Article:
How to get more women in apprenticeships
The PR push to get more women into STEM careers has been rolling on for years. But despite an almost universal desire from industry to achieve gender equality, the vast majority of STEM-subject apprenticeships are still being taken up by men.
Multiple big name brands like Thames Water have unveiled ambitious apprenticeship schemes targeted specifically at women in recent years.
But the latest reports show that the number of women starting STEM subject apprenticeships still won’t equal male take-up until 2044.
The figures make uncomfortable reading:
- In total, only 14% of apprenticeship starts in STEM subjects were taken up by women
- 70,000 fewer women than men started STEM apprenticeships in the last year
- 457,700 fewer women than men started STEM apprenticeships in the last six years
- 64,760 women started STEM apprenticeships since 2016/17 as opposed to 522,460 men – eight times fewer women than men.
In the past, apprenticeships were viewed as being male-dominated, and the women who did enrol stuck to traditionally 'female' oriented programmes – such as childcare, beauty and hairdressing.
Unfortunately, that position continues to some extent, with 75,500 more women than men starting apprenticeships in non-STEM subjects between 2020/21 and 2021/22.
This ongoing gender split between job functions is worrying, as the UK continues to grapple with serious, long-term skills shortages across STEM industries.
Thankfully, there is some good news.
In 2013, women made up only 2% of starts in construction, electro-technical and vehicle sectors. While not directly comparable, 14% of starters in STEM apprenticeships are now female. This figure is arguably still too low - but it’s a step in the right direction.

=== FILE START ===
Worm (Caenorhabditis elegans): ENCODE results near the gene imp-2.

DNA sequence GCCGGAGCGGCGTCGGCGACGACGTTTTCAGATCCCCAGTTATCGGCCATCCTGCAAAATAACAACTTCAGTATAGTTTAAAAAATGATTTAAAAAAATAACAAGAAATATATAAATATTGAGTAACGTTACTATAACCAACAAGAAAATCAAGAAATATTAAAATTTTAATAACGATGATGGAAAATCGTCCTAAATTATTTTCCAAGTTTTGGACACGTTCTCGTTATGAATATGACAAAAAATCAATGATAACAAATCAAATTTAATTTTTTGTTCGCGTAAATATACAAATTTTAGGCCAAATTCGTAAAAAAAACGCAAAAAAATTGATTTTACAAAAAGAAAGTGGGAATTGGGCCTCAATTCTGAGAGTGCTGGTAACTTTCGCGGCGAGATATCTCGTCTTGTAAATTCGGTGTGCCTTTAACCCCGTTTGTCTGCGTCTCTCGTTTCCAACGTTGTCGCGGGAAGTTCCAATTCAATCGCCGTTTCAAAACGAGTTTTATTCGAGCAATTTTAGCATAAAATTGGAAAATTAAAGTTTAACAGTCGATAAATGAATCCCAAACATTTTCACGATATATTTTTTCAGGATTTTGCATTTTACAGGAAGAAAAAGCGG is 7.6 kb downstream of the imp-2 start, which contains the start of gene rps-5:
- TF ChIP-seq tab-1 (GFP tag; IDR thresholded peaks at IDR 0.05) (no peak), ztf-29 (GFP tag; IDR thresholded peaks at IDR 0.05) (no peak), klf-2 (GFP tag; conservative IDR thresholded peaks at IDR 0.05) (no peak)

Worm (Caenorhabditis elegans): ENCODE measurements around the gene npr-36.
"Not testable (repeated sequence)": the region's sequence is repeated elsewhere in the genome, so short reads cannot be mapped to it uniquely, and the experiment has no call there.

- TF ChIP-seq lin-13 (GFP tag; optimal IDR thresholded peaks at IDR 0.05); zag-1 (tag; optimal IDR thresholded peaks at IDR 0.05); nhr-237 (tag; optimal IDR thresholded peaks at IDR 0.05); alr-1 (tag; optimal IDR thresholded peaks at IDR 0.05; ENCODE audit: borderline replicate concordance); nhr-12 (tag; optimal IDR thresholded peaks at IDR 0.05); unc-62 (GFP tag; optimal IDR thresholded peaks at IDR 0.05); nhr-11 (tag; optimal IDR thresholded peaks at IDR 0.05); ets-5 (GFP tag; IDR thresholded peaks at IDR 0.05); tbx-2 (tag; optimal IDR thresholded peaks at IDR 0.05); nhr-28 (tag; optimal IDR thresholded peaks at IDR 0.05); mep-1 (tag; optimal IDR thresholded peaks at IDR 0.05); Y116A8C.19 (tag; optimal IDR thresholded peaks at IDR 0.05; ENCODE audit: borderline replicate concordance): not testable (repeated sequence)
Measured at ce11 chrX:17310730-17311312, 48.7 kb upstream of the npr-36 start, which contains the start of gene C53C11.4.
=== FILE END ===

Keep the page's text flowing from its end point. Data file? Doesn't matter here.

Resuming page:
Nevertheless, it’s still going to be a long road to achieve the vision set out by corporate businesses - aiming for gender equality and a world free of bias, stereotypes, and discrimination, and where diversity, equity and inclusivity are celebrated.
As a leading apprenticeship management expert, here are four relatively quick ways you can strive towards those goals:
Offer part-time programmes
Only 10% of apprentices work fewer than 30 hours a week. This can be a barrier for women – particularly those with caring responsibilities who may need to spend more time away from the workplace. By offering part-time courses, you could open up apprenticeships programmes to women while supporting gender diversity – and that’s a win-win.
It’s a sad truth that fewer women enter skills competitions than men. Encourage all of your staff to go for gold. If women see their peers winning trophies and becoming role models, they're more likely to realise the exciting opportunities on offer, and enter competitions themselves.
Many of us have unconscious biases. Without realising, some people favour male applicants over female – even when they have the same qualifications. Make sure you keep this is in mind while you're recruiting. You could even cover names on CVs so you’re judging candidates purely on merit.
If you use a learning software to deliver your apprenticeships, affords your staff flexibility to work anytime, anywhere – whatever their work, leisure or family commitments.
For more ideas on upping your intake of female apprentices, download our free guide
This article includes research and opinion sourced by OneFile at the time of publication. Things may have changed since then,
so this research is to be used at the reader's discretion. OneFile is not liable for any action taken based on this research.